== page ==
Romeo & Juliet

ArtsWatch Weekly: Tragic love, Lear, art hop, film fest, all that jazz

A look at the week that was in Oregon arts. A glimpse ahead at the week that's going to be.

Not to give anything away, but it ends tragically. Maybe you’ve heard the tale: hot young guy, eager young miss, ardent passions, balcony scene, feuding families, stroke of violence, thwarted plan, poison potion, doom. Yes, it’s true: Romeo and Juliet‘s back in town. And not just any R&J, but James Canfield’s sumptuous ballet version. Canfield created it in 1989 for Pacific Ballet Theatre, and brought it with him to the new Oregon Ballet Theatre the following year when PBT and Ballet Oregon merged, and made it a mainstay of OBT’s repertory. It hasn’t been seen onstage here in more than fifteen years, since before Canfield and the OBT board parted ways abruptly in 2003, and Canfield’s work largely disappeared from town. Under artistic director Kevin Irving, OBT has been renewing the acquaintance, healing old wounds, and now one of Canfield’s signature pieces is back on the OBT stage at Keller Auditorium, opening Saturday and continuing through March 5. A little history is about to happen, and we’re not talking about the Shakespeare.

Ansa Deguchi and Brian Simcoe in James Canfield's "Romeo & Juliet" at Oregon Ballet Theatre. Photo: Blaine Truitt Covert

Ansa Deguchi and Brian Simcoe in James Canfield’s “Romeo & Juliet” at Oregon Ballet Theatre. Photo: Blaine Truitt Covert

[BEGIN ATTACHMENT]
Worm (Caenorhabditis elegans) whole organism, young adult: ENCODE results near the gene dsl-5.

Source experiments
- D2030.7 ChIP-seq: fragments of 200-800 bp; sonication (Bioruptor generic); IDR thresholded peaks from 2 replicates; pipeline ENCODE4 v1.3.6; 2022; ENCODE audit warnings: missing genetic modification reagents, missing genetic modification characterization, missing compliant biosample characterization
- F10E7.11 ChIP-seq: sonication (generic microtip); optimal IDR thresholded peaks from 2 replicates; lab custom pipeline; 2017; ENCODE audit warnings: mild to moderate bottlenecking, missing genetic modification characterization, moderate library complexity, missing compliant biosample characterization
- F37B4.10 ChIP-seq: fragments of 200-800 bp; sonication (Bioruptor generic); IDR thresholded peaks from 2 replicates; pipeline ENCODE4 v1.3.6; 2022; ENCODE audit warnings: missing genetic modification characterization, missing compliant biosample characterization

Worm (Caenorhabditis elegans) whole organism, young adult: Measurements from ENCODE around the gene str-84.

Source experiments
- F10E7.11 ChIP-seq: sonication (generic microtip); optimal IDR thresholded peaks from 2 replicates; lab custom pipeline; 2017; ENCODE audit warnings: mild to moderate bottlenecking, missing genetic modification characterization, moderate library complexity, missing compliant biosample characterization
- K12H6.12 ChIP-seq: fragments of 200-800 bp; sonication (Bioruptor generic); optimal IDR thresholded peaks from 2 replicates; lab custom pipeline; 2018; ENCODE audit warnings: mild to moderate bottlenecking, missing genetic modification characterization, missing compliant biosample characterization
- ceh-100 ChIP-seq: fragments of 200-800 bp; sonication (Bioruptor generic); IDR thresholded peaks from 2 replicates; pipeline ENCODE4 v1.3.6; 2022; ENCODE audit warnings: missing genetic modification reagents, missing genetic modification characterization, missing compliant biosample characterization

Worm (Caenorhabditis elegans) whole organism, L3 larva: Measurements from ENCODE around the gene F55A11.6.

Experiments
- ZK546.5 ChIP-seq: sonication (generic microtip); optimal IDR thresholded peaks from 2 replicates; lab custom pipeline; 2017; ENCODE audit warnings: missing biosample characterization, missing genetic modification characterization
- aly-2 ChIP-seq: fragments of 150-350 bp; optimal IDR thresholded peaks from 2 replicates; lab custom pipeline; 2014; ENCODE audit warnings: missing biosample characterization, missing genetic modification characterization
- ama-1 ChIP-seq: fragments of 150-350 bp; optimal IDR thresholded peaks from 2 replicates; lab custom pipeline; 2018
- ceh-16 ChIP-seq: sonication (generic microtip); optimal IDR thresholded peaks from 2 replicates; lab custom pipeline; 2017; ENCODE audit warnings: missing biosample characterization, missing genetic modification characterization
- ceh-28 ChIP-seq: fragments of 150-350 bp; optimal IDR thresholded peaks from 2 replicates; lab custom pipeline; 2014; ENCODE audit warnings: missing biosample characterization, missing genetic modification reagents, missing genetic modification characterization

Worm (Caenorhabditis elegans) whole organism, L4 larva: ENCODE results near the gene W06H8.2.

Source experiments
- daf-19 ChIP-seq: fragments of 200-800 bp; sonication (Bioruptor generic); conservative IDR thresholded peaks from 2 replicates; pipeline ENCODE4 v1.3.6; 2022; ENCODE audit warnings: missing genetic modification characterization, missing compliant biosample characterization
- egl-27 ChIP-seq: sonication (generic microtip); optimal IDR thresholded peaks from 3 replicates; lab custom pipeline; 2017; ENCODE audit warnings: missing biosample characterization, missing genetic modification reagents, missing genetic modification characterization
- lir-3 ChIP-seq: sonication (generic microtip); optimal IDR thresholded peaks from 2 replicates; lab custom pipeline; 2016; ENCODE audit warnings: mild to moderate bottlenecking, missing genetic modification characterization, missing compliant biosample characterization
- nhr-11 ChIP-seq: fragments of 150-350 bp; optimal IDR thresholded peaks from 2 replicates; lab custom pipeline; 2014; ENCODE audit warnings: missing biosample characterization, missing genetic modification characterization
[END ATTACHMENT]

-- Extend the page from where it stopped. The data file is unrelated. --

On the other hand, with this one we are talking about the Shakespeare. And about the multitalented Portland stage and screen veteran Tobias Andersen, who at the beginning of his ninth decade is crawling out on the heath in the title role of the great King Lear. This is in many ways the pinnacle role in Shakespeare’s plays (although that’s open to a lot of argument), even more so than Hamlet or Prince Hal or Prospero or Macbeth, all of whom will get votes, along with some of the comic characters like Falstaff and Beatrice and Benedick. Andersen opens on Friday night at Post5 Theater, and we expect some weeping and wailing and gnashing of teeth, and, more to the point, a performer capable of diving deeply and profoundly into the tragedy. It continues through March 19.

 

Tobias Andersen as Lear: "You cataracts and hurricanoes, spout!" Photo: Russell J. Young

Tobias Andersen as Lear: “You cataracts and hurricanoes, spout!” Photo: Russell J. Young

 


 

Sunday, as you might have heard, will be the outpouring of the celebrity orgy that is the Academy Awards, and though it’s one of the most watched television spectacles on the planet, one of its dirty little secrets (it has quite a few) is that vast swaths of the broadcast audience won’t have seen most of the movies that are vying for statuettes. “I’ll catch it when it comes to Netflix,” people tell themselves, and then … well, where does the time go?

Continues…